Models wrong again – so what's new?

Warwick McKibbin

Not climate models this time (for a change), but Treasury modelling of the effects of a carbon price on the Australian economy. And according to Wayne Swan, we won’t even notice it! Brilliant! It’s almost as if the model was tweaked to produce the desired result… where have we heard that before? Tiny little question, if the economy doesn’t notice it, how is it supposed to reduce emissions?

But Swan has been caught out:

A prominent economist who sits on the Reserve Bank board has criticised the Government’s assessment of the economic impact of the carbon tax.

Yesterday Treasurer Wayne Swan said that based on Treasury estimates, a $20 per tonne carbon tax would not have a long-term impact on jobs and the economy.

He said employment will increase by 1.6 million jobs by 2020 under a carbon price.

But economist Warwick McKibbin, from the Australian National University, says the Government’s modelling is flawed.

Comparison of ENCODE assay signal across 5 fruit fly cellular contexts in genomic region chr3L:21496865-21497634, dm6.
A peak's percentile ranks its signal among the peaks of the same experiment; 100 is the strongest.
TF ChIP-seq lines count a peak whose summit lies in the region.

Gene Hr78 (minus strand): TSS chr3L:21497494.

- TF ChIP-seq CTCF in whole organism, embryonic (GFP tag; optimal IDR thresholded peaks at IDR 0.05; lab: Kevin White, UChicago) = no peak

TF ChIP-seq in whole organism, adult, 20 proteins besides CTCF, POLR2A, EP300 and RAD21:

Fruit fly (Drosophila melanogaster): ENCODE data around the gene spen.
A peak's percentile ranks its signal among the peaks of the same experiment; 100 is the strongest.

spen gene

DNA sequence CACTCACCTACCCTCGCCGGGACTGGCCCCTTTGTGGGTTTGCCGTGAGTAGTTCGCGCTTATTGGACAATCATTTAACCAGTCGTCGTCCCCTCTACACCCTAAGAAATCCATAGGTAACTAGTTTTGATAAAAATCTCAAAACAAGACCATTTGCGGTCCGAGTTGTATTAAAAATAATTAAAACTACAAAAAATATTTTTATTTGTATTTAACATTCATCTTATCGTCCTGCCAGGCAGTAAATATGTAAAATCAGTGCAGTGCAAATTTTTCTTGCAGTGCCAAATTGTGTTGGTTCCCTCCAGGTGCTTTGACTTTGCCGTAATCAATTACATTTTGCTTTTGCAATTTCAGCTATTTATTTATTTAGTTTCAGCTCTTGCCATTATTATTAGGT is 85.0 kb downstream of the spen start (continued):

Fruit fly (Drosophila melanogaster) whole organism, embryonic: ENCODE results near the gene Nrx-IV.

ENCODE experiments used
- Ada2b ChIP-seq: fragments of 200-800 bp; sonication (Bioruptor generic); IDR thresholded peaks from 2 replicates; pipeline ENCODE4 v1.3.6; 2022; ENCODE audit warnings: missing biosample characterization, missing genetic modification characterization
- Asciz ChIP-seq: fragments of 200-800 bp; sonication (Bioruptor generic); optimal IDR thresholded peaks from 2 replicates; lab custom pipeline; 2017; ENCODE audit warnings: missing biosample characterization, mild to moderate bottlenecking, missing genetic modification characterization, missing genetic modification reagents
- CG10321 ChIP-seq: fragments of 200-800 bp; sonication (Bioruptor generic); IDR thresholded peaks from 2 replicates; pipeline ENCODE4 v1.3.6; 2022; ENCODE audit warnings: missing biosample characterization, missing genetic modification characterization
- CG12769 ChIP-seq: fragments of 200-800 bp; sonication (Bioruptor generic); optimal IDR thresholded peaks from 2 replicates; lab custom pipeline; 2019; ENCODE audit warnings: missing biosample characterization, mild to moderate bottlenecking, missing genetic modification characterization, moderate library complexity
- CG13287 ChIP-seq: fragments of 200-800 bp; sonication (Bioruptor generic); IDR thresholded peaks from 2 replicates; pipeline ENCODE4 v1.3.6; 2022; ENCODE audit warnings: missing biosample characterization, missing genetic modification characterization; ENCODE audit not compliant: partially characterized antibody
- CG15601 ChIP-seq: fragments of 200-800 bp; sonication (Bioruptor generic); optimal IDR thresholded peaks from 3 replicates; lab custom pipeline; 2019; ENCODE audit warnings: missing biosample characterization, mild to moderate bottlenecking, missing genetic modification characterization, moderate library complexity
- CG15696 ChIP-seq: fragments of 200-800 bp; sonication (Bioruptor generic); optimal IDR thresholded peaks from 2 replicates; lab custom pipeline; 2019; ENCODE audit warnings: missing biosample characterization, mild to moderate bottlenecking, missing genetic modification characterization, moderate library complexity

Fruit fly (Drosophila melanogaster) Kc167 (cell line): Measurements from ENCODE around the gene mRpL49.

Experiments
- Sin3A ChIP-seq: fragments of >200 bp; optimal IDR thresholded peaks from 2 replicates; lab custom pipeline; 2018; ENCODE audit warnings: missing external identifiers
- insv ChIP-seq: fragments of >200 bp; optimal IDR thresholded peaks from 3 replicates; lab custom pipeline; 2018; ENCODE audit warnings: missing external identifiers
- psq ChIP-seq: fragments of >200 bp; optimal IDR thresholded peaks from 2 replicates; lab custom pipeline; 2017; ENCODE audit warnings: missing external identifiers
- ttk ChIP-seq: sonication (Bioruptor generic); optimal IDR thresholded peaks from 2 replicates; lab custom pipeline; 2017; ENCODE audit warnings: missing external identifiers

He told Lateline Business a carbon tax could affect the cost of living.

“That’s the adjustment process in these models; if you raise carbon taxes and people lose their jobs, real wages will fall and therefore you’ll go back to full employment,” he said.

“So the critical question in that sort of model is not what happens to jobs: it’s what happens to real standard of living.”

Professor McKibbin runs his own software company which develops modelling for policy analysis, including a carbon pricing model.

He says he has submitted different modelling to Treasury and says the Government should use his model in its estimates.

“It would be very unfortunate if the leaked announcement that came out yesterday about the employment effects of carbon taxes was used in a model that wasn’t mine, because mine is the only model that has unemployment,” he said.

“The other models that people have for carbon pricing actually assumes full employment, so by definition, no matter what you do to the economy, employment cannot change.

“What should happen if you put on a carbon tax in those models is real wages should fall. Now, from the selective leaking, I think that that question hasn’t fully been understood.” (source)

Indeed.

Comments

  1. Interesting to note that this economist will soon be no longer associated with the Govt.
    Freedom of speech only seems to be “free” if it doesnt hit your wallet.

  2. Baldrick says: